However, in newer variants, the ransomware note is also tied to an onion domain for email. That said, the researchers wrote that as of now, the onion site is down, which could mean it’s currently under construction.

“The ransomware creates an ID for the victim which must be sent to the threat actor to help identify the victim and provide a decryptor,” they wrote. “The ransom note also instructs victims to download Tox and provides a Tox chat ID to reach the threat actor. Tox is a peer-to-peer instant messaging protocol that offers end-to-end encryption.”

Other ransomware groups, including those using LockBit 2.0, also use Tox Chat to communicate, they noted.

A key change in the latest version of Hello XD is the change in encryption algorithm. The Unit 42 researchers wrote that they had seen two publicly available versions of HelloXD, indicating that the code is still under development. The first version uses Curve25519-Donna and a modified HC-128 algorithm to encrypt data in files and is the least modified of the two versions of the original Babuk code.

In the most recent version – dubbed by Unit 42 as HelloXD version 2 – they changed the encryption algorithm, swapping the modified HC-128 with the high-speed Rabbit symmetric cipher, also with Curve25519-Donna. Also, the developer changed the filemarker from a consistent string to random bytes.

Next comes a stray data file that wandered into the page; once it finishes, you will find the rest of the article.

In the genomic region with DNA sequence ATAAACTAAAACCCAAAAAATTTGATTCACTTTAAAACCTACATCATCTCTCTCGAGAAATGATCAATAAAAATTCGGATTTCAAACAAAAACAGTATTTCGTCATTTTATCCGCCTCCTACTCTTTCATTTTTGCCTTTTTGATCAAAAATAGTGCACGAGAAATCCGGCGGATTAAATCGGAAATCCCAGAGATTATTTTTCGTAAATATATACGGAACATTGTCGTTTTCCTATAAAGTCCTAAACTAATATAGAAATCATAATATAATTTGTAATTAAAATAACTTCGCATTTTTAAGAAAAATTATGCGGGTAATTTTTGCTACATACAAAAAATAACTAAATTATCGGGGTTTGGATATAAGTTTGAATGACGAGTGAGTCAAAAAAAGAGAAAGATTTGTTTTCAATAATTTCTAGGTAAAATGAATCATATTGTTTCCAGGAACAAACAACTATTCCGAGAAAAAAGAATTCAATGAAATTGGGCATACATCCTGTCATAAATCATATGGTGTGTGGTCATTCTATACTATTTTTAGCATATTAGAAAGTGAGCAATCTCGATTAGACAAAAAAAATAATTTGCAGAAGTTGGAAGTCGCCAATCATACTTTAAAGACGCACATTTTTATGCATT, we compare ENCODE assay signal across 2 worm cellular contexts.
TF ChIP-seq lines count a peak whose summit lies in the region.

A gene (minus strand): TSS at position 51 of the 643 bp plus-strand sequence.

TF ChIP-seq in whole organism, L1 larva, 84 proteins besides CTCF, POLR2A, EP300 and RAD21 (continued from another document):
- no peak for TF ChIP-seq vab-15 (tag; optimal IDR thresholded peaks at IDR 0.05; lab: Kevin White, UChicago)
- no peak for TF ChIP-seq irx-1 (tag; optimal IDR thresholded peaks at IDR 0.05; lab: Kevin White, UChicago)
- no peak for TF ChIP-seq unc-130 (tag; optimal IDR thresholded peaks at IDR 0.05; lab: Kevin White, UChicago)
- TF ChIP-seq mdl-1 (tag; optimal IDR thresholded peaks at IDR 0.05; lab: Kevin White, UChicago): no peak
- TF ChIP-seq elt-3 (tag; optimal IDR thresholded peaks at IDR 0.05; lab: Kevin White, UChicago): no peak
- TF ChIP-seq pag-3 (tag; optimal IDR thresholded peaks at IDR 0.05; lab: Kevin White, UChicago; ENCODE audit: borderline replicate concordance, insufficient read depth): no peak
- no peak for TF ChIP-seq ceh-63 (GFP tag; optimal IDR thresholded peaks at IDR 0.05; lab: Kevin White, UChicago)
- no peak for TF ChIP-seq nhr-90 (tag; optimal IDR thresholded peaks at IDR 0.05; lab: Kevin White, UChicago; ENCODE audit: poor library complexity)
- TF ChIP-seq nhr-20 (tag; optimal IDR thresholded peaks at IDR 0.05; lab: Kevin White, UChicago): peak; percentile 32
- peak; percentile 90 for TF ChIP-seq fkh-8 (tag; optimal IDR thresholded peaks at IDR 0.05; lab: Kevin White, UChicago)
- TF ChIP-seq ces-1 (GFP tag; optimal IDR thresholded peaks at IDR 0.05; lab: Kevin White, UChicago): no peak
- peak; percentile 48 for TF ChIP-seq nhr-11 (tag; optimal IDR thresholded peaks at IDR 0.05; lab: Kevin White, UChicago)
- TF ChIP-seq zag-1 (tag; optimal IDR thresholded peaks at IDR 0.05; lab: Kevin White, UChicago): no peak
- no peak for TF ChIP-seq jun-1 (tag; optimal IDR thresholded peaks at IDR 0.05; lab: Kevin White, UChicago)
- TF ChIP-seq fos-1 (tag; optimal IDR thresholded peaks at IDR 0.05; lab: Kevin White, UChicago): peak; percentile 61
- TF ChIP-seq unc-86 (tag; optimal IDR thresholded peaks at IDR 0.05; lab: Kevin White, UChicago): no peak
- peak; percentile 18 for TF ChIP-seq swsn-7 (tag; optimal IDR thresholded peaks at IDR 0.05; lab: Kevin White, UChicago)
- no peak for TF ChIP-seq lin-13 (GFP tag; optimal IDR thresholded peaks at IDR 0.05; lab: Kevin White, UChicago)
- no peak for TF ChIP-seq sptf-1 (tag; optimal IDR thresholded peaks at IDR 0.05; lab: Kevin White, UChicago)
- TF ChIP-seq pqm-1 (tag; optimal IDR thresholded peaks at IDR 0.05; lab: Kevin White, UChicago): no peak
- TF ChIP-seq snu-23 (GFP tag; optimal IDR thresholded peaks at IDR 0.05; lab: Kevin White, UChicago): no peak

“Both versions were compiled with the same compiler (assumed to be GCC 3.x and higher based on changed export names), resulting in very similar exports not only between ransomware variants, but also other malware to which we have linked the potential perpetrator,” the researchers wrote.

The biggest change between the two versions was the introduction of the additional payload in version 2 which is an open-source MicroBackdoor variant and is encrypted with the WinCrypt API. The malware allows an attack to browse the compromised file system, upload and download files, and perform remote code execution (RCE). The malware can also remove itself from the system. The fact that the backdoor comes bundled with the ransomware is also unusual.